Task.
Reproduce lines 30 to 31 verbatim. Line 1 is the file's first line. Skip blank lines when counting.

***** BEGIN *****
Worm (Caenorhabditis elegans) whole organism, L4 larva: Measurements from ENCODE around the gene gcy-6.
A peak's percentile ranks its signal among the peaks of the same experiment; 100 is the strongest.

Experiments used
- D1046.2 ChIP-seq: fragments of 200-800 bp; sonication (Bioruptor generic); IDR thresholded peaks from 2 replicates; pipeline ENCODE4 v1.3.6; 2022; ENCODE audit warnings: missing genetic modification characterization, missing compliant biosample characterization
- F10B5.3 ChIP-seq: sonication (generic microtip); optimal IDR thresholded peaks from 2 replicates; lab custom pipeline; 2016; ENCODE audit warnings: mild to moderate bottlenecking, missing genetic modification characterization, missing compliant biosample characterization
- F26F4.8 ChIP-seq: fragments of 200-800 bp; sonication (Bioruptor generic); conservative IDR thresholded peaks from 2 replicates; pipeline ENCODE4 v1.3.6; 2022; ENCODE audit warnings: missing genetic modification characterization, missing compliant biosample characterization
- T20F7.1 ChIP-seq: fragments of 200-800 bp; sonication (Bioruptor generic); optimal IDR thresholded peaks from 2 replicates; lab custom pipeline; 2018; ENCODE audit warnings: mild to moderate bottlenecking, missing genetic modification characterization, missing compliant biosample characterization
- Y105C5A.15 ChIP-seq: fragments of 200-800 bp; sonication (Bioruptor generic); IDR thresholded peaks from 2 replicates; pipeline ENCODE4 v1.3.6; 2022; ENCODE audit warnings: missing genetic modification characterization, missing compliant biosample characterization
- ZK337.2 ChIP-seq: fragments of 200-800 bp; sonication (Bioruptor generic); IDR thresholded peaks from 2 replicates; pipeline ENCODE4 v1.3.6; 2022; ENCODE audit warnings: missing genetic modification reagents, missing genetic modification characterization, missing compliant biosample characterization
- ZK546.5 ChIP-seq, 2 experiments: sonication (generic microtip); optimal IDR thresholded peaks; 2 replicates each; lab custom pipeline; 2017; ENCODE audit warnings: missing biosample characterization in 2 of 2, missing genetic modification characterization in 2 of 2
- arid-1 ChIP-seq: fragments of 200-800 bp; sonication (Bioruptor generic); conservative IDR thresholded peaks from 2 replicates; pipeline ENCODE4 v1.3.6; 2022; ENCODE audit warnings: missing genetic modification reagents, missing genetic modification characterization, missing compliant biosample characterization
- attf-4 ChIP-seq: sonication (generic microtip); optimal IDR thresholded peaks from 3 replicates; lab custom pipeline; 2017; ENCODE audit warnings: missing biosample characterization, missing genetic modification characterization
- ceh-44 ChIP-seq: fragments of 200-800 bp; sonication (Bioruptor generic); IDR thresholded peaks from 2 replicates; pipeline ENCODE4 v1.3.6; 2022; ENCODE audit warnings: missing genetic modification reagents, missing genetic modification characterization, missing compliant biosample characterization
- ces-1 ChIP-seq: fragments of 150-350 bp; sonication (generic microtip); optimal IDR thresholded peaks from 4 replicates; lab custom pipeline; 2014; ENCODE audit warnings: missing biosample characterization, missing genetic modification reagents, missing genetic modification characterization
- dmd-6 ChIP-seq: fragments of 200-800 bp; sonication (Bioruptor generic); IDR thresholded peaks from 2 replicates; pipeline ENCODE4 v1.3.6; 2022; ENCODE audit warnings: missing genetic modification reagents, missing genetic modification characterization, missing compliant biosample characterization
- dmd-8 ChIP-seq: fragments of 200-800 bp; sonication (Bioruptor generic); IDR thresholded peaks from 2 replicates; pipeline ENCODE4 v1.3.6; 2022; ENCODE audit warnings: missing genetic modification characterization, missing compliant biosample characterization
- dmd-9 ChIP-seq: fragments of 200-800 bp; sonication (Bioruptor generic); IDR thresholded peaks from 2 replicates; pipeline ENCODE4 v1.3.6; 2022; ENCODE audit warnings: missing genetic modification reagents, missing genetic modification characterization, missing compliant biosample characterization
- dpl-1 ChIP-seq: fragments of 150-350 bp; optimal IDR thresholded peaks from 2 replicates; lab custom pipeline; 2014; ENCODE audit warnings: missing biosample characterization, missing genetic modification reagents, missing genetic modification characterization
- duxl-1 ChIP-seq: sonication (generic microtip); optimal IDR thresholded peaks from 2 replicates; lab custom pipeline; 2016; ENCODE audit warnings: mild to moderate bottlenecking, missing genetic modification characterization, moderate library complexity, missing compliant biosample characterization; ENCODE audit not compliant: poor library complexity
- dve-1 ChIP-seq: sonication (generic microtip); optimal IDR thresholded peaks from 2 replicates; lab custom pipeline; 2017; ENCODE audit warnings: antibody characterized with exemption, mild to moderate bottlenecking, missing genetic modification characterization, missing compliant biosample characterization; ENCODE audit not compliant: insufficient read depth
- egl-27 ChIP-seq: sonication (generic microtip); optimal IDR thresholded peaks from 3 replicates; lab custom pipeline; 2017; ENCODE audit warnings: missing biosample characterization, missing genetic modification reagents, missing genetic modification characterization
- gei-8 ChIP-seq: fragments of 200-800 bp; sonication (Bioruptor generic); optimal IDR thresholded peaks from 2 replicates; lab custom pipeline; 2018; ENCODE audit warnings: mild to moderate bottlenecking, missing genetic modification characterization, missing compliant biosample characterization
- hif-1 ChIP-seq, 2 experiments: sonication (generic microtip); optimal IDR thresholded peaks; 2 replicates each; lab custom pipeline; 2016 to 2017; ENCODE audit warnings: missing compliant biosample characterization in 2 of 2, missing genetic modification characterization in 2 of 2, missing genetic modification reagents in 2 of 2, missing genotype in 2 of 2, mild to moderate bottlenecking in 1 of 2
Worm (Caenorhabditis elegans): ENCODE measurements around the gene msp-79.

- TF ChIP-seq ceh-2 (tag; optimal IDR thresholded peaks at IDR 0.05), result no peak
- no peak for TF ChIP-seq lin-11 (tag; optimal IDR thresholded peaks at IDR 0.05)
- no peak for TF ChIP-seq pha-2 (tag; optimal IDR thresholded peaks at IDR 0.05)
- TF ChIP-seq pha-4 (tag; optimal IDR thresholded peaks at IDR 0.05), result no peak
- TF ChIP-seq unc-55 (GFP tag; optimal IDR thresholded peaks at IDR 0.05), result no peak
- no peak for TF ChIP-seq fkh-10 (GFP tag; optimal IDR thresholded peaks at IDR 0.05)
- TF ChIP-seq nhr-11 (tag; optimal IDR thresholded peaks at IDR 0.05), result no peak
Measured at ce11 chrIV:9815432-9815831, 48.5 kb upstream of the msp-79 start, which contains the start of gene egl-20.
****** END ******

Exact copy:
- no peak for TF ChIP-seq fkh-10 (GFP tag; optimal IDR thresholded peaks at IDR 0.05)
- TF ChIP-seq nhr-11 (tag; optimal IDR thresholded peaks at IDR 0.05), result no peak